If you are arrested for breaking a criminal law, the case is taken before a magistrate who may issue a warrant if necessary and set bond for appearance in court. If the defendant cannot post bond, he or she may be incarcerated pending appearance in court. If bond is posted, he or she will remain free pending appearance at an arraignment. An arraignment usually occurs within 24 hours of the arrest, or the first date available if on a weekend or holiday. The arraignment is held before a judge who formally tells the defendant the offense in which he or she is being charged, informs the defendant of their constitutional rights, and of the possible penalties involved. The defendant will enter a plea of guilty or not guilty at this time, bond may be reviewed, and a date for the next hearing will be scheduled.

Can police officers use force to arrest me?
A police officer may use as much force as necessary for a criminal arrest, as long as it is law abiding.  After an arrest is made, a police officer may apply handcuffs to the defendant if the officer deems it necessary to prevent injury or escape. If the defendant claims an unlawful application of force was used by the arresting officer, a judge will hear the defendant's argument, and decide whether or not the force used was reasonable for the circumstances.

Will I be fingerprinted or have to be in a line-up?
If you are arrested, the police have the right to take your fingerprints and photographs. You may also be required to participate in a line-up, to provide a sample of your handwriting, to speak phrases associated with the offense, and/or to have samples of your hair taken. However, you may insist that an attorney be present during this time.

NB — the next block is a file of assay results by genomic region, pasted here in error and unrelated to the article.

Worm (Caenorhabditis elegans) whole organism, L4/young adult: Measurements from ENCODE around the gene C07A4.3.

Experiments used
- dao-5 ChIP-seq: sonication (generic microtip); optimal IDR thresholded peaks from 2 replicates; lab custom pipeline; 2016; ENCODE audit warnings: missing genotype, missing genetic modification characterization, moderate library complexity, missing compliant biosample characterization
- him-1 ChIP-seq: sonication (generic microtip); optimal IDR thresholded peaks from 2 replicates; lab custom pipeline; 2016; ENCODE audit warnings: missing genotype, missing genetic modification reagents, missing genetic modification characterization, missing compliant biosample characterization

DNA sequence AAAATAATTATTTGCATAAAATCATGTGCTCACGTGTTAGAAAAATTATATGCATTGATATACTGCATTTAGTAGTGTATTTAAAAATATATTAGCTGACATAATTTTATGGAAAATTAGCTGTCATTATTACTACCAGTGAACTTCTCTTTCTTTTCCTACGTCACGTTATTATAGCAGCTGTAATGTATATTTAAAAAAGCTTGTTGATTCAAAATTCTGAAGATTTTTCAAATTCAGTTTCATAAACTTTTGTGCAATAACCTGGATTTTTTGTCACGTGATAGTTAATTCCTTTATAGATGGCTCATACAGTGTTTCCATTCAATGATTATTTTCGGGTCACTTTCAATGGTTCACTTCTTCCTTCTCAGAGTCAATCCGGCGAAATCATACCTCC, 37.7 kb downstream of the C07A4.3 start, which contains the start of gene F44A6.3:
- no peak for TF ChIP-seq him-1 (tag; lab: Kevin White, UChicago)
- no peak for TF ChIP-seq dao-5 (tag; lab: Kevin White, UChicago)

What happens at an arraignment?
A suspect has the right to be arraigned without unnecessary delay, usually within two court days, after being arrested. He or she will appear before a judge who will read the offenses in which the suspect is officially being charged, they will be informed of their constitutional rights, and advised of applicable penalties. At the arraignment, an attorney may be appointed in the event of financial hardship, and bail can be raised or lowered.  A suspect may also ask to be released on personal recognizance at this time, even if bail was previously set.

A suspect has the right to be arraigned without unnecessary delay, usually within two court days, after being arrested. He or she will appear before a judge who will read the offenses in which the suspect is officially being charged, they will be informed of their constitutional rights, and advised of applicable penalties. At the arraignment, an attorney may be appointed in the event of financial hardship, and bail can be raised or lowered.  A suspect may also ask to be released on personal recognizance at this time, even if bail was previously set.

If charged with a misdemeanor, a suspect can plead guilty or not guilty at the arraignment. Or, if the court approves, a suspect can plead nolo contendere, meaning the charges will not be contested. Legally, this is the same as a guilty plea, but it cannot be used against the suspect in a non-criminal case.

If misdemeanor charges are not dropped, a trial will be held later in court of law. If charged with a felony, however, and the charges are not dismissed, the next step is a preliminary hearing.